Employees receive special pay to the extent that they qualify for the mandatory components, work in a designated clinical category, and provide hands-on patient care. The amounts approved for each individual are based on their entitlements to certain components, as well as their personal qualifications, experience, and training. These mandatory and discretionary components resulted in average pay for dentists of $104,959 as of September 30, 1999.
Recruitment and Retention of VA Dentists -- The turnover rate for dentists has paralleled that for other health care occupations. It has remained relatively stable over the past 5 years. We note, however, that the rate is increasing slightly, primarily due to the aging of VA dentists, who are reaching retirement age in increasing numbers.
An analysis of the VA dentist workforce shows that almost 7 in 10 will be eligible for regular or early retirement by 2003. Of the 131 full-time VA dentists who left since January 1997:
The Department’s Views on H.R. 2660
H.R. 2660 would increase dentists’ special pay so that it would be identical to the amounts authorized in statute for physicians.
When the amounts of special pay for dentists were established in P.L. 102-40, the Department was not experiencing significant turnover or retention difficulties for dentists. For that reason, special pay increases at the level of those for physicians were not put in place.
Although VA does not currently have a widespread recruitment and retention problem for dentists, there are some areas where problems exist. Almost 70 percent of VA full-time dentists will be eligible for regular or early retirement in the next three years. Therefore, we are concerned that as VA dentists retire, it will be difficult to attract the best qualified dentists to work in the VA, given the gap that exists between VA and non-VA compensation packages. VA is currently reviewing legislative options that would mitigate these potential problems.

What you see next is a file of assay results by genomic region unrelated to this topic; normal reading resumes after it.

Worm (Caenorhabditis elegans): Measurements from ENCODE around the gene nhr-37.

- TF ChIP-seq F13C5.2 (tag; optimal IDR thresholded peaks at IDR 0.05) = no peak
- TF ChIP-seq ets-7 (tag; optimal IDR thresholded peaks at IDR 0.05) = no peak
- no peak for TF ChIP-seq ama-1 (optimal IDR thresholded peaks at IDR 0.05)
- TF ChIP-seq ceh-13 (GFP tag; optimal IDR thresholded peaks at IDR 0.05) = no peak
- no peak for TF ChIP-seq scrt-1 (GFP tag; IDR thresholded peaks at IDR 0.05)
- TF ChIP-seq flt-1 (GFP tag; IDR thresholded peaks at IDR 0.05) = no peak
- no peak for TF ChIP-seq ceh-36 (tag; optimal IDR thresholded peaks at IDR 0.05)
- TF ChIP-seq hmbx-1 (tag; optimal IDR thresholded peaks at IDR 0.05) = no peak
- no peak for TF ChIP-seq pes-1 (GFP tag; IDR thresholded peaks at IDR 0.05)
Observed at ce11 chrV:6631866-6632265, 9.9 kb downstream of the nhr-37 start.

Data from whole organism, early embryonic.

VA’s preliminary estimate for the cost of H.R. 2660 ranges from $8.2 to $18.9 million per year, based on current approval rates for some discretionary components.
Other Health Care Occupations
At the present time, health care staffing in the VA health care system is relatively stable. However, efforts are continually underway to maintain this stability. Staffing problems typically occur in cycles and vary considerably from one locale to another.
One occupation for which VA is currently experiencing increased recruitment and retention difficulties is pharmacist. Currently, VA pharmacists are not leaving their jobs to pursue private sector opportunities (most losses are due to retirements); rather VA is experiencing some increased difficulty recruiting new pharmacists.
There is a significant increase in the number of special salary rate authorizations for pharmacists. The Department is receiving requests for new or increased special rates on almost a daily basis. VA will continue to monitor the ceiling on special rates contained in 38 U.S.C. 7455(c) to ensure that restrictions in salary adjustments do not become problematic.